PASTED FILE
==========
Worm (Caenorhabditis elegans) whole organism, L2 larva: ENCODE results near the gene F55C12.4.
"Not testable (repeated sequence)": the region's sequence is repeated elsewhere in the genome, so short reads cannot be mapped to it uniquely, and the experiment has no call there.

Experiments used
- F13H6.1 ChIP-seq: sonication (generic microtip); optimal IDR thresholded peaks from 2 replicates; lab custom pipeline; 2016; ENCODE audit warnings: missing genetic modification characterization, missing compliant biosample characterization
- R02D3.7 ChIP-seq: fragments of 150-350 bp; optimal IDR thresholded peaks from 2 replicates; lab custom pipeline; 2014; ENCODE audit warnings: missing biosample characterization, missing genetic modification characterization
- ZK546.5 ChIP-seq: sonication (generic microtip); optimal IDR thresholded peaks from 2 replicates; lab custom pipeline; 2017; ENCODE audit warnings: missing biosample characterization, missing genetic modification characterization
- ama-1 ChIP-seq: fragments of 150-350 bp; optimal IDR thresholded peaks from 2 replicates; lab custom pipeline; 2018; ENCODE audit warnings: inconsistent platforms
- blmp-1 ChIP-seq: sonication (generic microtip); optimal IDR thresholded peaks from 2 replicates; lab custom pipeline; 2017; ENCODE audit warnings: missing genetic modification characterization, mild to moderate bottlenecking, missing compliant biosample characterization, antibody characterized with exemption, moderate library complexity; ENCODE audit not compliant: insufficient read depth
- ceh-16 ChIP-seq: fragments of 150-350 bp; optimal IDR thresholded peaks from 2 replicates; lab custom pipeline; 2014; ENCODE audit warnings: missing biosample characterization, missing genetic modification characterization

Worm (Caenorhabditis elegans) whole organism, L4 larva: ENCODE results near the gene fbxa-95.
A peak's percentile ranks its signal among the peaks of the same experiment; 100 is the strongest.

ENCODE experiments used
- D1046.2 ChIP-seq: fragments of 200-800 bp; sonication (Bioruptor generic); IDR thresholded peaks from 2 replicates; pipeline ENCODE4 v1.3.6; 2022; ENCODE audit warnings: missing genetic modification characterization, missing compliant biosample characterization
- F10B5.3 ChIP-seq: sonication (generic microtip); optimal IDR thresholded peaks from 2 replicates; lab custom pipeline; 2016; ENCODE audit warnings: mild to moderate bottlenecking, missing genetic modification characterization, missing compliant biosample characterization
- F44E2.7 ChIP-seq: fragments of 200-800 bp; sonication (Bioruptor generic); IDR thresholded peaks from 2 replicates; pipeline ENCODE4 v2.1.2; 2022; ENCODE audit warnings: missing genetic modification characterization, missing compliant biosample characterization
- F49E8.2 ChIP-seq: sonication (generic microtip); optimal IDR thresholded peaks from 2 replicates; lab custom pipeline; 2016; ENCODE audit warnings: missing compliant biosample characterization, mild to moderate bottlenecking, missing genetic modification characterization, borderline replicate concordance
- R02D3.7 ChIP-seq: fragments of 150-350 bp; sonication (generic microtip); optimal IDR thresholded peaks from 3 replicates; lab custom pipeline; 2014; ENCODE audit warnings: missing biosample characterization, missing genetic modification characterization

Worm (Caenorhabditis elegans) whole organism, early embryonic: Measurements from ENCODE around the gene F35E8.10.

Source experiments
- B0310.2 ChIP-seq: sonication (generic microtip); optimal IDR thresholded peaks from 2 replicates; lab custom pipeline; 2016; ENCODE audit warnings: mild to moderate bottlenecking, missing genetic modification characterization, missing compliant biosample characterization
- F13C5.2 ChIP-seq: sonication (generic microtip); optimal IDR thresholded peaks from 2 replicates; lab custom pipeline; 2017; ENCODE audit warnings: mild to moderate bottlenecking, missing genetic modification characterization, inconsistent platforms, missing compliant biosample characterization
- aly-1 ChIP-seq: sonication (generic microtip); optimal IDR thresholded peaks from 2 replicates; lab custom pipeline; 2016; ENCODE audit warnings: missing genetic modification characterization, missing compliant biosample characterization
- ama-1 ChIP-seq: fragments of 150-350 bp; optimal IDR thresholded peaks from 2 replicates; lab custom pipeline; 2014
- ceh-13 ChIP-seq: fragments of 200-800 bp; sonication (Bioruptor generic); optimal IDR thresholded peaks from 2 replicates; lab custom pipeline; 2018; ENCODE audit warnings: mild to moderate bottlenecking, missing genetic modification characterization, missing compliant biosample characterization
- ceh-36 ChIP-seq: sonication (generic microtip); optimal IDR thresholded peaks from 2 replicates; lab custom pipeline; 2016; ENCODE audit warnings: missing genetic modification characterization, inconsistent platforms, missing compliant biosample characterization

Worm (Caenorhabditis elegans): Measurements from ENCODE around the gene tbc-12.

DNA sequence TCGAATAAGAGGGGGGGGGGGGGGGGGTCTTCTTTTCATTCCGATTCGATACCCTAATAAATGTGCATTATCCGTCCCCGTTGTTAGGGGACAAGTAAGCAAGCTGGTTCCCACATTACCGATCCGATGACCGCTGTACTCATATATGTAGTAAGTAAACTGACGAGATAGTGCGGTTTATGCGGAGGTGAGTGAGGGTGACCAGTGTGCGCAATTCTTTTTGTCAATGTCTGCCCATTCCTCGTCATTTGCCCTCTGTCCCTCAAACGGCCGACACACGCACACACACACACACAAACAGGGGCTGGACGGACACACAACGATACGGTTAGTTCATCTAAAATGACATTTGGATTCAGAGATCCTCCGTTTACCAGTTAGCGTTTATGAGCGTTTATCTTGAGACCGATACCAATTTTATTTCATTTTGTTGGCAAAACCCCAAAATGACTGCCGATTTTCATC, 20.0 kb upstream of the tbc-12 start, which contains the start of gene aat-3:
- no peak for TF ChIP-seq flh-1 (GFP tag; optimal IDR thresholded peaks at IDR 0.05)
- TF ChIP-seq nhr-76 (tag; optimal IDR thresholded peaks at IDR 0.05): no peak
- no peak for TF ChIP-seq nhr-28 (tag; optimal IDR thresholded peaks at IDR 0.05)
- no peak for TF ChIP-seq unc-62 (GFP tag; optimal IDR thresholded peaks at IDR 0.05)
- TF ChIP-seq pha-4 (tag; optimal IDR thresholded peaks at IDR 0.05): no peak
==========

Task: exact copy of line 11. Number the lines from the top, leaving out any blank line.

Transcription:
A peak's percentile ranks its signal among the peaks of the same experiment; 100 is the strongest.